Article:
Friday, November 25, 2011

Maple and Vine **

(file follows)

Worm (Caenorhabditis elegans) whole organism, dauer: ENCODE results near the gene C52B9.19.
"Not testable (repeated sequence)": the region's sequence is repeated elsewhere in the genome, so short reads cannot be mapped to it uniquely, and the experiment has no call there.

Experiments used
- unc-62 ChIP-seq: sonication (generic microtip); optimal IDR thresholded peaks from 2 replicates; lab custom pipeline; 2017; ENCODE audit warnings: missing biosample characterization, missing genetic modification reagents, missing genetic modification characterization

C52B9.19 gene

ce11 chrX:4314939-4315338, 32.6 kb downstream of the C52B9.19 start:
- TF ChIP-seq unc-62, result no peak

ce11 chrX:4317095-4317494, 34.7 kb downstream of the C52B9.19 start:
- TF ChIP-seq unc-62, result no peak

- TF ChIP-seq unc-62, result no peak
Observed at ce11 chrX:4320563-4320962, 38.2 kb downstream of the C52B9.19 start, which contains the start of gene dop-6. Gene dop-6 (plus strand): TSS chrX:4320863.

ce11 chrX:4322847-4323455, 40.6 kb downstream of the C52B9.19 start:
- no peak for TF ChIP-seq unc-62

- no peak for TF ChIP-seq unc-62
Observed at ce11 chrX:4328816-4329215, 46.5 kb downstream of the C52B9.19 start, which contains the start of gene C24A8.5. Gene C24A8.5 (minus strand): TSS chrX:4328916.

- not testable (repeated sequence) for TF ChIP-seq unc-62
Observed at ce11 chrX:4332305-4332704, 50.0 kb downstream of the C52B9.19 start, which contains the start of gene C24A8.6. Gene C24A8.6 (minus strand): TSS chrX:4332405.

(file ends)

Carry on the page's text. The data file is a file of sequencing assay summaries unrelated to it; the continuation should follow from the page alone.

The intriguing premise of Jordan Harrison's new work at Playwrights Horizons is the existence of the Society of Dynamic Obsolescence, a group that has created a community where it's always 1955. The reenactors who have moved there are fleeing the burdensome freedoms of 21st-century America for a place and time where roles may be clearly defined, choices limited, secrets hidden, repression prevalent and prejudice rampant, but where there is a stronger sense of community than now. Katha (Marin Ireland), a harried book editor, and Ryu (Peter Kim), her Japanese-American husband unhappy in his career as a plastic surgeon, are recruited for a six-month trial stay by Dean (Trent Dawson) and his wife Ellen (Jeanine Serralles), a seemingly perfect 1950's couple. Omar, Katha's gay office mate in the present, and Roger, Ryu's mercurial boss in 1955, are both played by Pedro Pascal. Serrales doubles as a worker in Katha's office. The play's premise is elaborated in many short scenes, leading to an ending that is a bit pat. The set, by Alexander Dodge, is a technical marvel: the center section of the stage disappears into the floor several times and comes up with a new set on it. Smaller modular sets are pushed around by a crew of four. Frankly, I found all the set changing a distraction. Both side aisles of the theater are used for several scenes. If you are seated in the first five or six rows, you risk whiplash spinning around trying to find the actors. I think director Anne Kauffman could have found a better solution. Ilona Somogyi's period costumes are wonderful. Running time: 2 hours, 10 minutes including intermission.

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